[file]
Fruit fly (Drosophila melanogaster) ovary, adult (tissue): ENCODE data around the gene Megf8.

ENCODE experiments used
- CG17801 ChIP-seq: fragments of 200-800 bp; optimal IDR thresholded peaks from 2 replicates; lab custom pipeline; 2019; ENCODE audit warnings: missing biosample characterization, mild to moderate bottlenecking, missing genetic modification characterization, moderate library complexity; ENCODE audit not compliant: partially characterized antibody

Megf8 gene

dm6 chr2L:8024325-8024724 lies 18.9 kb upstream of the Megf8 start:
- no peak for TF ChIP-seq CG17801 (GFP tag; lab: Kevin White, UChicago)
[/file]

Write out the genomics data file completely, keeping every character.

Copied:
Fruit fly (Drosophila melanogaster) ovary, adult (tissue): ENCODE data around the gene Megf8.

ENCODE experiments used
- CG17801 ChIP-seq: fragments of 200-800 bp; optimal IDR thresholded peaks from 2 replicates; lab custom pipeline; 2019; ENCODE audit warnings: missing biosample characterization, mild to moderate bottlenecking, missing genetic modification characterization, moderate library complexity; ENCODE audit not compliant: partially characterized antibody

Megf8 gene

dm6 chr2L:8024325-8024724 lies 18.9 kb upstream of the Megf8 start:
- no peak for TF ChIP-seq CG17801 (GFP tag; lab: Kevin White, UChicago)